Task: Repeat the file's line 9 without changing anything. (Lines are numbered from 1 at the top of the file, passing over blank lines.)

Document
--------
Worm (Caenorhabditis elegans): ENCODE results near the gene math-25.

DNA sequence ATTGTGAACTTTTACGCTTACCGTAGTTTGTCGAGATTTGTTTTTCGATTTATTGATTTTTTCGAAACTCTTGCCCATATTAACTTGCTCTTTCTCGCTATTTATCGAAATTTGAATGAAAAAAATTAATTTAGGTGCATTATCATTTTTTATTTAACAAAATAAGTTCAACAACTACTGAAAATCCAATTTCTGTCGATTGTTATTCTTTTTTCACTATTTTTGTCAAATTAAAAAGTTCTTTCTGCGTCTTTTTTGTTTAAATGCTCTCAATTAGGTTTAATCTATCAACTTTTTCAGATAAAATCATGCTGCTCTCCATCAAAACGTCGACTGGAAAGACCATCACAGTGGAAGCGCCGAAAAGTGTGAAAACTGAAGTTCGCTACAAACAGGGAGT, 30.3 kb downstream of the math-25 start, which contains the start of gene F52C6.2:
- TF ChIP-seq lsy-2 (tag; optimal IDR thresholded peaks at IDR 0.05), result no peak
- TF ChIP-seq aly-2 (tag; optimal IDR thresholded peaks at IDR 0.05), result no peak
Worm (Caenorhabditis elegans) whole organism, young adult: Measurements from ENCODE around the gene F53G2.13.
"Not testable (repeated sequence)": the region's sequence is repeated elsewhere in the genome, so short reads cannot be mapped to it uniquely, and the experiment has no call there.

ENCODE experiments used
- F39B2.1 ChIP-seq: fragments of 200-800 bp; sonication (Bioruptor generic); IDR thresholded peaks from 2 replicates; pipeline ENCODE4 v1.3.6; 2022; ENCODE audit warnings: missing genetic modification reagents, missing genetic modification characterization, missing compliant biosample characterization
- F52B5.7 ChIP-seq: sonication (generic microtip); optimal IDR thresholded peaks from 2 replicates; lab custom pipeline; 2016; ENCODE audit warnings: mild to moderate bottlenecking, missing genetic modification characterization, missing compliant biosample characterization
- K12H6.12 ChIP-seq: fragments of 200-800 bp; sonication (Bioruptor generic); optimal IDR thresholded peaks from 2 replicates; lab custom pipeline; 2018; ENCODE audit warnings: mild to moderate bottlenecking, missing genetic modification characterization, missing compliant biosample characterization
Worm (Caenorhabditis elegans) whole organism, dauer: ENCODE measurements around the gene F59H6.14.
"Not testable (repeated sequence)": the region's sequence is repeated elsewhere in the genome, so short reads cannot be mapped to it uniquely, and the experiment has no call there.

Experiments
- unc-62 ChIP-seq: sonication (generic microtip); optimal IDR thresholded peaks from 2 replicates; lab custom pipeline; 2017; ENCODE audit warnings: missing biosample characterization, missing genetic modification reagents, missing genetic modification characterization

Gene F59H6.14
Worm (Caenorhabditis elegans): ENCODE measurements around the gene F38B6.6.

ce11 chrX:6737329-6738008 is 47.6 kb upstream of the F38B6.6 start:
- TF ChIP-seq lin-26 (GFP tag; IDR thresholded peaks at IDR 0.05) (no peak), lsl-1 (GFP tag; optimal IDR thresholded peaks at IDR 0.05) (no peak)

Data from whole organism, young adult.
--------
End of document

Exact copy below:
- F52B5.7 ChIP-seq: sonication (generic microtip); optimal IDR thresholded peaks from 2 replicates; lab custom pipeline; 2016; ENCODE audit warnings: mild to moderate bottlenecking, missing genetic modification characterization, missing compliant biosample characterization